agitation and concentration of troops; but on advancing towards the
working-class neighborhoods solitude reigned paramount. Before the Café
Turc a regiment was drawn up. A band of young men in blouses passed
before the regiment singing the "Marseillaise." I answered them by crying
out "To Arms!" The regiment did not stir. The light shone upon the
playbills on an adjacent wall; the theatres were open. I looked at the
trees as I passed. They were playing _Hernani_ at the Theatre des
Italiens, with a new tenor named Guasco.

The Place de la Bastille was frequented, as usual, by goers and comers,
the most peaceable folk in the world. A few workmen grouped round the
July Column, and, chatting in a low voice, were scarcely noticeable.
Through the windows of a wine shop could be seen two men who were
disputing for and against the _coup d'état_. He who favored it wore a
blouse, he who attacked it wore a cloth coat. A few steps further on a
juggler had placed between four candles his X-shaped table, and was
displaying his conjuring tricks in the midst of a crowd, who were
evidently thinking only of the juggler. On looking towards the gloomy
loneliness of the Quai Mazas several harnessed artillery batteries were
dimly visible in the darkness. Some lighted torches here and there showed
up the black outline of the cannons.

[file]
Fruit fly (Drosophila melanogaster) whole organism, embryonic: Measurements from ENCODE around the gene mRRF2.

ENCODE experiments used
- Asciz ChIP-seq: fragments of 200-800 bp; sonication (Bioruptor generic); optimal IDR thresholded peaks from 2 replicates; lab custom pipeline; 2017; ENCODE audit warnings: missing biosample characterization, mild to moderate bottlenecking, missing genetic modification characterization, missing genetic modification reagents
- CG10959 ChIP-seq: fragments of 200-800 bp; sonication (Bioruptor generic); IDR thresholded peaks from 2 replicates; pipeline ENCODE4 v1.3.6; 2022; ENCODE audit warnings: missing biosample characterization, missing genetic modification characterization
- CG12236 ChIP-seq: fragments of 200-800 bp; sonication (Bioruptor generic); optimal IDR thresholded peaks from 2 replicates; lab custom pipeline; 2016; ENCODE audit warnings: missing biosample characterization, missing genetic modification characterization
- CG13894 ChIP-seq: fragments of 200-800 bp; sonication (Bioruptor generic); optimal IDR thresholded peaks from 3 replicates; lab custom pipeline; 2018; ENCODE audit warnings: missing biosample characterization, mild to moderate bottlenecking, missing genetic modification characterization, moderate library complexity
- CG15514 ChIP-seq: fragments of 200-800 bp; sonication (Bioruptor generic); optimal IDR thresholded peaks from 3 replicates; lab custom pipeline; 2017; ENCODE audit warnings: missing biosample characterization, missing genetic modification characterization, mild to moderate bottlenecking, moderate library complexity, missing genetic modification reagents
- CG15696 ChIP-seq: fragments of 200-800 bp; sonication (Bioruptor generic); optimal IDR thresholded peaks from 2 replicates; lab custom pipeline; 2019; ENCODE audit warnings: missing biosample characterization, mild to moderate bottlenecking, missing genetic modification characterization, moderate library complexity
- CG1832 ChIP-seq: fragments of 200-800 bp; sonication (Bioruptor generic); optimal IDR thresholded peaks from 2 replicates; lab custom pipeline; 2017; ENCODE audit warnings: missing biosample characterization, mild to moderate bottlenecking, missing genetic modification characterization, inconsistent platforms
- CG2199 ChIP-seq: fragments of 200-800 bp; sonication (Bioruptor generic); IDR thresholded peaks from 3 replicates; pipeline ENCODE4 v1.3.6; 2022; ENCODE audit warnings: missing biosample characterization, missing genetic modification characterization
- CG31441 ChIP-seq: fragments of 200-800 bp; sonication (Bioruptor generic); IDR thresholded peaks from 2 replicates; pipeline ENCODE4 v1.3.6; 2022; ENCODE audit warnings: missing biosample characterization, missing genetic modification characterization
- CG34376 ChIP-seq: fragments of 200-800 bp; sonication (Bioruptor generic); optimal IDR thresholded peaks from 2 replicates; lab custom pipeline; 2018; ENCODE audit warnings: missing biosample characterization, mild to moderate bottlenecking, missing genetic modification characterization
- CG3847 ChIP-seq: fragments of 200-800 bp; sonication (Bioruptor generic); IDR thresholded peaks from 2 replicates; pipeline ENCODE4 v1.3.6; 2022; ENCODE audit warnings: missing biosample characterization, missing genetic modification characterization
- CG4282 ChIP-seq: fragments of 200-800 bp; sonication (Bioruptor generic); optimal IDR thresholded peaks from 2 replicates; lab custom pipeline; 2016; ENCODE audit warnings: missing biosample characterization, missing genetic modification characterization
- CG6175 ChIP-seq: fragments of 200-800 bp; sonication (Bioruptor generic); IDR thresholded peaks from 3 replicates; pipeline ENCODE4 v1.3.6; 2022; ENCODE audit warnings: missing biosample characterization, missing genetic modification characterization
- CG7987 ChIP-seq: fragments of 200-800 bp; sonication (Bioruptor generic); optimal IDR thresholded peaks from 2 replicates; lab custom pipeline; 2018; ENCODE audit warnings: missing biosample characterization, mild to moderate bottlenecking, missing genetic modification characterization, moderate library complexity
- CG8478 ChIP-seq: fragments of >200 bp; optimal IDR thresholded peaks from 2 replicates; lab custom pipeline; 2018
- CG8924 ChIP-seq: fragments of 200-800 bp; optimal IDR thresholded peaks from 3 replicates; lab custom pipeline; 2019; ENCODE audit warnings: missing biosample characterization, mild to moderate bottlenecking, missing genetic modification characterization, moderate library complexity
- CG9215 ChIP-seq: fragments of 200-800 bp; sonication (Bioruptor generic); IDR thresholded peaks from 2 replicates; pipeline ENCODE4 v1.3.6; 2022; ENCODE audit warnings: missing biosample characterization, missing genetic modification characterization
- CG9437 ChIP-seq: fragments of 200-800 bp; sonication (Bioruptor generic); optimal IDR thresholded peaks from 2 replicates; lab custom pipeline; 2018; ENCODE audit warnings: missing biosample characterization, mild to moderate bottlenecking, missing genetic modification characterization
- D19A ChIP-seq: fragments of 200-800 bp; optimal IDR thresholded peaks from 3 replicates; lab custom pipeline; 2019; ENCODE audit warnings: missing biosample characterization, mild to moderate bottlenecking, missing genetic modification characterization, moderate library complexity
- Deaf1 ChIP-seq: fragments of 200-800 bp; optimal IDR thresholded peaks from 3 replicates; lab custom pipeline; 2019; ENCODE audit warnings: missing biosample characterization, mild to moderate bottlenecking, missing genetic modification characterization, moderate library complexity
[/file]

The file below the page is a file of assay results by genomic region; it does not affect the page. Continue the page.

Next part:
I had some trouble in finding Auguste's door in the Rue de la Roquette.
Nearly all the shops were shut, thus making the street very dark. At
length, through a glass shop-front I noticed a light which gleamed on a
pewter counter. Beyond the counter, through a partition also of glass and
ornamented with white curtains, another light, and the shadows of two or
three men at table could be vaguely distinguished. This was the place.

I entered. The door on opening rang a bell. At the sound, the door of the
glazed partition which separated the shop from the parlor opened, and
Auguste appeared.

He knew me at once, and came up to me.

"Ah, Sir," said he, "it is you!"

"Do you know what is going on?" I asked him.

"Yes, sir."

This "Yes, sir," uttered with calmness, and even with a certain
embarrassment, told me all. Where I expected an indignant outcry I found
this peaceable answer. It seemed to me that I was speaking to the
Faubourg St. Antoine itself. I understood that all was at an end in this
district, and that we had nothing to expect from it. The people, this
wonderful people, had resigned themselves. Nevertheless, I made an
effort.

"Louis Bonaparte betrays the Republic," said I, without noticing that I
raised my voice.

He touched my arm, and pointing with his finger to the shadows which were
pictured on the glazed partition of the parlor, "Take care, sir; do not
talk so loudly."

"What!" I exclaimed, "you have come to this--you dare not speak, you dare
not utter the name of 'Bonaparte' aloud; you barely mumble a few words in
a whisper here, in this street, in the Faubourg St. Antoine, where, from
all the doors, from all the windows, from all the pavements, from all the
very stones, ought to be heard the cry, 'To arms.'"

Auguste demonstrated to me what I already saw too clearly, and what
Girard had shadowed forth in the morning--the moral situation of the
Faubourg--that the people were "dazed"--that it seemed to all of them
that universal suffrage was restored; that the downfall of the law of the
31st of May was a good thing.

Here I interrupted him.